So I decided that I will make up for that in 2018.  It’s not necessarily a New Year’s resolution, but I feel like a hypocrite for refusing any sort of nice message from someone, just because I think the method is impersonal, when I haven’t been personal enough with people I care about myself.

Some people will get a long email or letter, while others might get a short but sweet note on FB via personal message.  A lot depends on the person and how much s/he has touched my life.  And, that’s not to say that a short note won’t be heartfelt, because I’m going to make sure to really express how much s/he has touched my life and in what ways . . . but some people have only been in my life for a brief time.  But everyone who has touched my life has made an impact, and I want to let people know that I feel that.

I don’t know if it will take me the full year.  I haven’t yet counted how many people I will be reaching out to.  But 2018 is going to be the year where I send the HELL out of “the feels” to the people in my life.

Get ready . . .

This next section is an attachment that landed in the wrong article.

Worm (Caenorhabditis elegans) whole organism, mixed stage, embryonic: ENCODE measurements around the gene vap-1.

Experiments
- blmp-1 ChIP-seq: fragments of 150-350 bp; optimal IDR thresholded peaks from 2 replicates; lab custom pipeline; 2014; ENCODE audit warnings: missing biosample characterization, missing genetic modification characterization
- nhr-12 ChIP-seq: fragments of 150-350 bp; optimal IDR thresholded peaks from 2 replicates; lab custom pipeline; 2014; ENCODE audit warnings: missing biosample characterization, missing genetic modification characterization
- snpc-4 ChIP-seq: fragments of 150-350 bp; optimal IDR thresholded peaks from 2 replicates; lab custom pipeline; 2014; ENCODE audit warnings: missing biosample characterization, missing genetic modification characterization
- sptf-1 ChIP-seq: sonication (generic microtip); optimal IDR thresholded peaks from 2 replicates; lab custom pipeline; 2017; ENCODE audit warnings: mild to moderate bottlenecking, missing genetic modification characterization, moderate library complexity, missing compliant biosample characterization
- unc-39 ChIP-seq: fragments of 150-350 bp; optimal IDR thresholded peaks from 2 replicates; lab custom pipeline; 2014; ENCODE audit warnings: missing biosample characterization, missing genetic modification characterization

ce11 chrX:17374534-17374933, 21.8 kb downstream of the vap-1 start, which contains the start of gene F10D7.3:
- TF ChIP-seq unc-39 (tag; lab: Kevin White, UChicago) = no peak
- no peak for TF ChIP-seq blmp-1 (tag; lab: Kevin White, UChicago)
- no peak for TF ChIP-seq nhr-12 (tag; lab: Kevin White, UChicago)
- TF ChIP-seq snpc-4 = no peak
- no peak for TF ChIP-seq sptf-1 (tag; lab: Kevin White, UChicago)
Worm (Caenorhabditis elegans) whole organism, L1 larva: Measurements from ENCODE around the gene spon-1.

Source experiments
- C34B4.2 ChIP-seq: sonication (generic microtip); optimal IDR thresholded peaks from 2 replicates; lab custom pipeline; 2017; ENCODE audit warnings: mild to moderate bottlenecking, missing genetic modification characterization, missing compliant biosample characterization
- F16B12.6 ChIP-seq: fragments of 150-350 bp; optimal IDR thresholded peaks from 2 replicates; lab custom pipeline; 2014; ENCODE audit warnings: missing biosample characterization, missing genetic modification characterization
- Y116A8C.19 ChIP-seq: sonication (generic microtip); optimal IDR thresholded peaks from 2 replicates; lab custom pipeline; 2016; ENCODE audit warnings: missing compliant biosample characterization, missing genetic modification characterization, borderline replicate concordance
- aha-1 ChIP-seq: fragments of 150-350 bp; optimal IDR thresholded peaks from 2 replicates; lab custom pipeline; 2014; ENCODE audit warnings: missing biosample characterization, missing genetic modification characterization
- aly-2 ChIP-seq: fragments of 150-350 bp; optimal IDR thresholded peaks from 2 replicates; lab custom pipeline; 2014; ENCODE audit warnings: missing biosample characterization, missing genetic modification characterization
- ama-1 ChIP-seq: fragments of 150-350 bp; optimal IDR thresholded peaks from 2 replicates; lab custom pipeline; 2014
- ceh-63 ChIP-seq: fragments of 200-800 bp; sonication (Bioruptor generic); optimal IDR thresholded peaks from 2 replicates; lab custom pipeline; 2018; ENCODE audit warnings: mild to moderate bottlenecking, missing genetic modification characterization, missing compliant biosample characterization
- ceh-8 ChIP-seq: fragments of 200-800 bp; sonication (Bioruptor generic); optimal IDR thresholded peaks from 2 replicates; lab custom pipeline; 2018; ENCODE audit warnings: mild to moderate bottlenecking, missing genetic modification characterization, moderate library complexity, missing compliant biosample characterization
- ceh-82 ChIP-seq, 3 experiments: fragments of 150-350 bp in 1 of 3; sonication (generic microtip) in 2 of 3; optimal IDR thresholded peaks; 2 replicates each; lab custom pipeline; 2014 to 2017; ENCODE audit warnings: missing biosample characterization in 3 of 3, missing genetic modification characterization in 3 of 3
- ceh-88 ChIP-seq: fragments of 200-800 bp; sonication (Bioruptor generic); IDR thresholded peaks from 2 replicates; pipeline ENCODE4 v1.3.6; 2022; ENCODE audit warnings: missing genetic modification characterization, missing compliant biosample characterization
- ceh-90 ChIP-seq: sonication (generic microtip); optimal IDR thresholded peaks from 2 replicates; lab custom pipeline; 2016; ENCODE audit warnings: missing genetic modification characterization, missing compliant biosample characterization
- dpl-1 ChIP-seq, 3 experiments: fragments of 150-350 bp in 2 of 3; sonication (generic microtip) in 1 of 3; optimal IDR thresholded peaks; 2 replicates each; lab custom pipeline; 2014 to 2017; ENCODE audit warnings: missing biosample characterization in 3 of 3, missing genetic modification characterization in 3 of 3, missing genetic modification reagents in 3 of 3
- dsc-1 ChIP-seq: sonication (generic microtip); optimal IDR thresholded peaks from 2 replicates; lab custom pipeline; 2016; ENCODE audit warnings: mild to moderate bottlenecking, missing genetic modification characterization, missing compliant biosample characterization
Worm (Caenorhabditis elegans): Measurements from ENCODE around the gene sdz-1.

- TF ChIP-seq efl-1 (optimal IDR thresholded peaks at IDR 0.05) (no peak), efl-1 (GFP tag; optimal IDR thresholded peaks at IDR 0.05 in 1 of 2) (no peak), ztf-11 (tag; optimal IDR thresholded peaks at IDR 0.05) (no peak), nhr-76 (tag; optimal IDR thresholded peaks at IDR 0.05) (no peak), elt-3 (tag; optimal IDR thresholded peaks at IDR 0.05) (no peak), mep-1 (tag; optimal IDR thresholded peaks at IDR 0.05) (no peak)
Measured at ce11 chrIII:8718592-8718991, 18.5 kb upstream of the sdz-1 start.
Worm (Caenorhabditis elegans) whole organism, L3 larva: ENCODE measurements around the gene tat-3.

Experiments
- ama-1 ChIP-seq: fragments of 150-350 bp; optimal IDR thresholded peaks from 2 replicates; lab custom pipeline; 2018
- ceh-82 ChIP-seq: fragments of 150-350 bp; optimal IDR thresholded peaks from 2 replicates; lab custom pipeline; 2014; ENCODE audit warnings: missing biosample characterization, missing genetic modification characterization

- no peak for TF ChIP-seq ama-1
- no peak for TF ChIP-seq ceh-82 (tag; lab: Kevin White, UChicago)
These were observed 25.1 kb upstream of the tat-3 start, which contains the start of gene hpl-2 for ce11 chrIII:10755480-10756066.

Too Much

“I know you can be overwhelmed, and you can be underwhelmed.  But can you ever just be whelmed?”
“I think you can in Europe.”

~ 10 Things I Hate About You

As you can probably tell, this post is late.  I’m bummed that I didn’t have the presence of mind to get this one written and posted before now, but maybe you’ll understand by the time you finish reading this blog . . .

I know I’ve written before about how busy my life is.  But lately, my life has been CRAZY busy.  My mother has commented in the past how I like to keep myself busy; and while that’s true to a certain extent, I don’t like to be so busy that I have very little time to myself, or that I feel so overwhelmed and stressed all the time, like I do now.  It bothers me that I don’t have enough down time to speak with friends and family unless I somehow squeeze them into my week; usually by combining the chat with one or two other tasks to make it happen.

It’s actually gotten so bad, that I completely forgot to pay rent in November until Craig mentioned it on the 7th of the month!  That is truly not like me!

The frustrating thing is, that I sometimes feel like I don’t have control over how busy I am right now.  I mean, yes, in the long run, I DO have control . . . I can choose to not take any more VO classes, or work on my photography, but that would essentially put a halt to my chosen careers; which doesn’t seem like an option to me.  I could also fully choose to not socialize with anyone, whether by phone or in person.  But honestly, I don’t even socialize all that often as it is, so I feel like cutting even the small bit I do out would be essentially me turning into a hermit (which I don’t want to do, either).